Sarcoma cells spread very easily, says John M. Kane III, MD, FACS, Chief of Roswell Park’s Melanoma/Sarcoma Service. “If they spill from one part of the body into another, they’ll grow.”
Enclosed in a thin membrane called a pseudocapsule, the cells can spill out during surgery or a biopsy, taking root in the surrounding tissues and making treatment more complicated. That’s why patients need to see a sarcoma expert from the very beginning — if possible, even before a biopsy.
But let’s begin with the basics. What is a sarcoma? What are the symptoms? What should you do if your primary care physician thinks you might have a sarcoma? Dr. Kane has the answers.
Q: What is a sarcoma?
Dr. Kane: Sarcomas come from cells that make up the “glue” of the body, the things that hold you together: muscle, bone, nerve, tendon, fat, connective issue. You can get them anywhere on your body, because you have those cells everywhere.
Probably at least half of them are in the arms or legs — what we call extremity sarcomas. Another 20-30% will be inside the abdomen. You also can get them in your head or neck, and you can get chondrosarcomas of the ribs and chest wall.
You can even get them inside organs; you can get a leiomyosarcoma in the vein in your liver. But it’s not liver cancer — it’s a sarcoma that’s in the liver. It’s important to understand that, because a physician who is not familiar with sarcoma might say, “There’s a sarcoma in this person’s chest; I’ll send them to the chest surgeon.” But you need sarcoma expertise. It’s not based on what part of the body the sarcoma is located in.
Q: What are the symptoms of sarcoma?
Dr. Kane: A sarcoma may first be noticed as a lump or mass. If the lump is larger than a golf ball, is growing, and is located within the body — in the muscle or abdomen — that’s concerning. Bring it up with your primary care doctor. And remember that sarcomas are often misdiagnosed as other conditions, such as cysts, hernias or hematomas, so if you have any concerns about your diagnosis, get a second opinion from a sarcoma expert.
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Q: Can’t any surgeon or oncologist treat sarcoma?
Dr. Kane: Patients should seek care from a sarcoma expert. Why? Sarcomas are extremely rare. They account for 1 percent of adult cancers and 15 percent of pediatric cancers, so most physicians will see few, if any, during their career. To complicate things further, there are many different types of sarcomas, so the pathologist who examines the tissue to make the diagnosis must also have extensive experience in determining the specific type to ensure that the treatment plan will be correct. Pathology is probably the most important thing. We have two dedicated sarcoma pathologists at Roswell Park.
Our sarcoma multidisciplinary team meets every Monday to review all our new cases of sarcoma or suspicious soft-tissue tumors and brainstorm together. The team includes a surgical oncologist, an orthopedic oncologist, a radiation oncologist, a medical oncologist, a radiologist and a pathologist — and all of us specialize in sarcoma. We discuss the tests and other information, addressing the problem from many different angles to develop the best plan for each patient.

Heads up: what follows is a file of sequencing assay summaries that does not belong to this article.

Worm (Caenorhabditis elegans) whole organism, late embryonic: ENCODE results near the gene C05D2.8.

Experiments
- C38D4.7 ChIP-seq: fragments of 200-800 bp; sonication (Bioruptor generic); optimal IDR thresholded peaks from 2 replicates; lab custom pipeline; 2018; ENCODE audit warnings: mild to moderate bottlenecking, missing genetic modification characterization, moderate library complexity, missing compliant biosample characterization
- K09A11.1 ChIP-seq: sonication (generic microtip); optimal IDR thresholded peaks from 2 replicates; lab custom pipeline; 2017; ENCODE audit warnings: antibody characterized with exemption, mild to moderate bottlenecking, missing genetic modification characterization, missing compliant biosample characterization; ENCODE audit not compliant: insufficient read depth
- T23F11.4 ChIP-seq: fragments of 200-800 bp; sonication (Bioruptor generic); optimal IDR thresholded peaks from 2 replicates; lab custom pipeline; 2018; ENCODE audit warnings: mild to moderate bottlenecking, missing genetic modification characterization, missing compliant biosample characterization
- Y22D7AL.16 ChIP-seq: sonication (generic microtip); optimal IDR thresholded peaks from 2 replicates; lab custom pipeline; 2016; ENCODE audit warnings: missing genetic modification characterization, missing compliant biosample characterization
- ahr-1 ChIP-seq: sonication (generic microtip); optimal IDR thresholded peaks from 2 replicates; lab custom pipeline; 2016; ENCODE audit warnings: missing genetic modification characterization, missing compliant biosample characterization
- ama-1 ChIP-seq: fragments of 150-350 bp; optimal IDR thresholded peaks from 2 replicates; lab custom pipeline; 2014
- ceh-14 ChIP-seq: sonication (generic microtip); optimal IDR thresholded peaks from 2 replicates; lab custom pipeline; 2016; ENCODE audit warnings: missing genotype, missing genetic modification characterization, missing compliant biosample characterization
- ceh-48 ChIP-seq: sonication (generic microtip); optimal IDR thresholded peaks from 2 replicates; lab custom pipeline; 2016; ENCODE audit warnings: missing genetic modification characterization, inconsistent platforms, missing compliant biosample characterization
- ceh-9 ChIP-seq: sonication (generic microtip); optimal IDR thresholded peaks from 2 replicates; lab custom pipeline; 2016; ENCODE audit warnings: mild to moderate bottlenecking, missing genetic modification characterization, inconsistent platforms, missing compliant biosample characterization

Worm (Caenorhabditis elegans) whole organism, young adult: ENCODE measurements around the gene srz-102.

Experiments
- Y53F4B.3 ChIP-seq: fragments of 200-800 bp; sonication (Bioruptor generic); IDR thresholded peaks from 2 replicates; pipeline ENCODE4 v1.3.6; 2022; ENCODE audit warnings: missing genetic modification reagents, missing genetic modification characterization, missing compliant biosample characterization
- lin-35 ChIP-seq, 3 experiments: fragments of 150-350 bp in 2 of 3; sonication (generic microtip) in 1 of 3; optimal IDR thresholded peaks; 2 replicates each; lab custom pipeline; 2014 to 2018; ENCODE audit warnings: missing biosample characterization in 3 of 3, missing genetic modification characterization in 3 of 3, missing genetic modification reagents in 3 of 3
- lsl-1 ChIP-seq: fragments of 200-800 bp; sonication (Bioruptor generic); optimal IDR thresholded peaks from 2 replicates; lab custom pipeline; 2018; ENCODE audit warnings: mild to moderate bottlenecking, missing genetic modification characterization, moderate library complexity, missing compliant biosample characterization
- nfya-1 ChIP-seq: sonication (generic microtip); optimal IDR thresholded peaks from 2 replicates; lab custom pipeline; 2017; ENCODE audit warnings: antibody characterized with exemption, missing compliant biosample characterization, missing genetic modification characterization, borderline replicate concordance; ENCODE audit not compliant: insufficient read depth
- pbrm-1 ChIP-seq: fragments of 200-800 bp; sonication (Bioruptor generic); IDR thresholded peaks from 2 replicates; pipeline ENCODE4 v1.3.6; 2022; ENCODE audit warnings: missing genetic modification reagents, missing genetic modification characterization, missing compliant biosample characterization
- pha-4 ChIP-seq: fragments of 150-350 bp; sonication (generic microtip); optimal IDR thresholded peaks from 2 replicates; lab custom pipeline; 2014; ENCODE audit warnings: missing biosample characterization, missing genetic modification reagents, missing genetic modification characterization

Q: I know someone who lost a leg to sarcoma when she was a little girl. Is that the usual treatment?
Dr. Kane: Before the 1980s, all extremity sarcomas (in an arm or leg) led to amputation. But research showed that by doing less-radical surgery and combining it with radiation, we could still achieve good outcomes and control the disease.
Today the vast majority of high-risk extremity sarcomas will never need amputation. Many of those patients will need radiation in addition to limb-salvaging surgery. The chances of disease control are the same compared with amputation, but the quality of life is much better.
We see patients from all over the country who have been told elsewhere, “We don’t have any other options for you. You’re going to need your arm or leg amputated.” But we still have an option with isolated limb infusion (ILI). While it’s commonly used to treat melanoma, Roswell Park is one of only about six or seven centers in the U.S. that use it for sarcomas as well.
Isolated limb infusion? What’s that?
Dr. Kane: When we treat patients with intravenous chemotherapy, we want to deliver the maximum amount to the tumor to destroy it. But the chemotherapy flows through the whole body, so the higher the dose, the more side effects the patient will experience.
Isolated limb infusion is a type of regional chemotherapy, where we use a tourniquet to stop blood flow out of the affected arm or leg. Then we can deliver high-dose chemotherapy just to the area around the tumor. Because the drugs do not circulate outside of the limb, we minimize the side effects to the rest of the body. ILI gives us a chance to do a one-time treatment that we hope will make the tumor go away. Roswell Park is the only center in upstate New York that offers this treatment for sarcoma.
Quality of life is very important. So limb salvage (saving the limb) is a major goal when we’re treating extremity sarcomas.
Dr. Kane is a member of the Soft Tissue Sarcoma Panel of the National Comprehensive Cancer Network, a nonprofit organization of 27 elite cancer centers whose members continually review the latest scientific evidence and apply that information when updating guidelines for physicians to use in diagnosing and treating cancer.